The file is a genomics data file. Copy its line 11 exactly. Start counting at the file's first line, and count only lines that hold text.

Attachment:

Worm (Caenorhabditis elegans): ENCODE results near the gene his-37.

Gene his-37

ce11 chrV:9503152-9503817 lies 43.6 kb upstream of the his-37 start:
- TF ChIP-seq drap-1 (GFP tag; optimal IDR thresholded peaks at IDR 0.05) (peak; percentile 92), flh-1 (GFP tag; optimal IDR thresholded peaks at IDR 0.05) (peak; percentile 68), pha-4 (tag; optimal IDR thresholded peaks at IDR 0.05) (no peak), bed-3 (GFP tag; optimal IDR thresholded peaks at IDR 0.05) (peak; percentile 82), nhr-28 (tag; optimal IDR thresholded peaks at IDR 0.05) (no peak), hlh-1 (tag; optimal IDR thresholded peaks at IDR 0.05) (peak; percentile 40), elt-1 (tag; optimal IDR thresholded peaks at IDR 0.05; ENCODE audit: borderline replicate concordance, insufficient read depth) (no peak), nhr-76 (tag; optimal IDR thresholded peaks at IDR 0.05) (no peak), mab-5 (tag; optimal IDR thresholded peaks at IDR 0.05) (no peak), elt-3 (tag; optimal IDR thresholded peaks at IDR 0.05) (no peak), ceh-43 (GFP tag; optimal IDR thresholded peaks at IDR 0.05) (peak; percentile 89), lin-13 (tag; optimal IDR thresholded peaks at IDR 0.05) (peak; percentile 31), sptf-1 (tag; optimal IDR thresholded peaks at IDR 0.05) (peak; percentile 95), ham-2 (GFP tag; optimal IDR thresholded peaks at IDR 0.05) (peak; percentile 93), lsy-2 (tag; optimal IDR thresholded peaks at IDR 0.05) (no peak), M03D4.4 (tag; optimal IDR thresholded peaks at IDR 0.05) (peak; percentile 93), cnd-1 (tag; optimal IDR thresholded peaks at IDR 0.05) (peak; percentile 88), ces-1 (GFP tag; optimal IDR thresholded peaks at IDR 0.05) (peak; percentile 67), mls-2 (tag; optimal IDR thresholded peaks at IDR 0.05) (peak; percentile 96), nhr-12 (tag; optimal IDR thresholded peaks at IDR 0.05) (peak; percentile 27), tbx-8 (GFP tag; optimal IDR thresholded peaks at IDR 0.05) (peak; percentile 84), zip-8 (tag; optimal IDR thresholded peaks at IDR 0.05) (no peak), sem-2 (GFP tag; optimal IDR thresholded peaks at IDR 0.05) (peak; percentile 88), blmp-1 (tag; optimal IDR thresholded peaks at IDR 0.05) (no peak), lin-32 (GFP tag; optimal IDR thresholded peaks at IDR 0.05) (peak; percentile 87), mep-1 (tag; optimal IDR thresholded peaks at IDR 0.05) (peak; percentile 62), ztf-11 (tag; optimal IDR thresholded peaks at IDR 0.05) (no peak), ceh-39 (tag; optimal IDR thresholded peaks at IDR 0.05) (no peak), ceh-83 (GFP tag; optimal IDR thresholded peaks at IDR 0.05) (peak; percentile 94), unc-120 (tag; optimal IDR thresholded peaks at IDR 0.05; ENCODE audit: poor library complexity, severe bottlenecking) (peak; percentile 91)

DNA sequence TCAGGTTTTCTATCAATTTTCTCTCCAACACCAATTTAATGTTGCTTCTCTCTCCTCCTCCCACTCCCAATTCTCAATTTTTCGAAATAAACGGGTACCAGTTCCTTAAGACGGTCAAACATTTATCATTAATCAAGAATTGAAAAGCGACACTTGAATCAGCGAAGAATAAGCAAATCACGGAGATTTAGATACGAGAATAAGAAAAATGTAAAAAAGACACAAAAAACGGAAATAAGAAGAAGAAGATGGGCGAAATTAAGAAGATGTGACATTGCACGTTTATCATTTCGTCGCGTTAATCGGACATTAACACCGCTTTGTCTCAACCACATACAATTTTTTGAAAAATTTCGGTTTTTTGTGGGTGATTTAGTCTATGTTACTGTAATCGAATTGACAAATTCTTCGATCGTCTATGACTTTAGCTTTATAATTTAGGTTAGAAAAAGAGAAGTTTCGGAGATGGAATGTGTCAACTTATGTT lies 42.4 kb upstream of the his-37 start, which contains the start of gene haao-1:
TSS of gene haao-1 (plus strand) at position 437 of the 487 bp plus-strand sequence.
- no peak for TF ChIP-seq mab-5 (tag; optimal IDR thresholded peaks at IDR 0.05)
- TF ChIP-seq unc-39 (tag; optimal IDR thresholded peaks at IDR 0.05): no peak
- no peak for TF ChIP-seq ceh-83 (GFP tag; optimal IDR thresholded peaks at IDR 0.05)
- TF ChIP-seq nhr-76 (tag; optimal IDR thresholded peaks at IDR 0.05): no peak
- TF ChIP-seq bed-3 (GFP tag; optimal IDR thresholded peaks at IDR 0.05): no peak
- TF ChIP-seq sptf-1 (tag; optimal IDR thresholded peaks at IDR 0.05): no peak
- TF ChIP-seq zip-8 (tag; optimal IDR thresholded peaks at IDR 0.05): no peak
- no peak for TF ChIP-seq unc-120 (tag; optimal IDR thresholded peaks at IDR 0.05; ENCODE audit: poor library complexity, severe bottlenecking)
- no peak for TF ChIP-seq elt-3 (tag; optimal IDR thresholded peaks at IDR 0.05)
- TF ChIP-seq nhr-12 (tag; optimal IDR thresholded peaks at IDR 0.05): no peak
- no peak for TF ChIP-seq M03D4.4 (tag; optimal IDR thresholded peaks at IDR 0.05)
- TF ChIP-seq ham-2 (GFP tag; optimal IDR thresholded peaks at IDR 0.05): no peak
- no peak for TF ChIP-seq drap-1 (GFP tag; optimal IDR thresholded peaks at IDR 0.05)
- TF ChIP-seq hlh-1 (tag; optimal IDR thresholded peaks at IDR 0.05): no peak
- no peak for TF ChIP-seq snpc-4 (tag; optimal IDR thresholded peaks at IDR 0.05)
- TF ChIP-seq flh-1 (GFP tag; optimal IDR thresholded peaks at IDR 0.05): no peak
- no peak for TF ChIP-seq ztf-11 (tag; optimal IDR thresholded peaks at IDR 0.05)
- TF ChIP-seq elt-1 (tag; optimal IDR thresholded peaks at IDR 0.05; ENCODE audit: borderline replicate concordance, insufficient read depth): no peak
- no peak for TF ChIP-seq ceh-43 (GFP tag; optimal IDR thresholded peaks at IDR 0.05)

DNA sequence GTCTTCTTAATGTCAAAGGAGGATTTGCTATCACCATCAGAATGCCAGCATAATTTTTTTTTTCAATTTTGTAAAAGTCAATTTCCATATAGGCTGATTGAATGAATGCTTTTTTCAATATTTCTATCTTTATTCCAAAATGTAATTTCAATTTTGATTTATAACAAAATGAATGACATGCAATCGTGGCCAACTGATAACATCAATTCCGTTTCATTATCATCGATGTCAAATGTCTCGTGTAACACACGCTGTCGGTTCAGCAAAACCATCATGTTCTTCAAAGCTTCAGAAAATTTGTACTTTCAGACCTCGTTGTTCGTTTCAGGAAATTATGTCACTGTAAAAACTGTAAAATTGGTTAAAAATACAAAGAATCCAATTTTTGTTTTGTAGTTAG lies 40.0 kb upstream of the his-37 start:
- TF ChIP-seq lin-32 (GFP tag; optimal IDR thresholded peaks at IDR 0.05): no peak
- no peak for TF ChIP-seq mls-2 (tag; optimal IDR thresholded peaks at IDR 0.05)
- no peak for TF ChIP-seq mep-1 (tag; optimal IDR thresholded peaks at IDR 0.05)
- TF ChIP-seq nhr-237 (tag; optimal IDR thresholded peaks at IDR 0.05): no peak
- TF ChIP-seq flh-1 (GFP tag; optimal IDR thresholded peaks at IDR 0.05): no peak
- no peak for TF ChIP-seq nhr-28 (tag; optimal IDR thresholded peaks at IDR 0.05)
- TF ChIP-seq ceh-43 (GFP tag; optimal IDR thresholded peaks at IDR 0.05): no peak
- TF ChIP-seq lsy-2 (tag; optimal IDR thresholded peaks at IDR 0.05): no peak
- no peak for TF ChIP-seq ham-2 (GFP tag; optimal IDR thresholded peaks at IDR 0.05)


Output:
- TF ChIP-seq bed-3 (GFP tag; optimal IDR thresholded peaks at IDR 0.05): no peak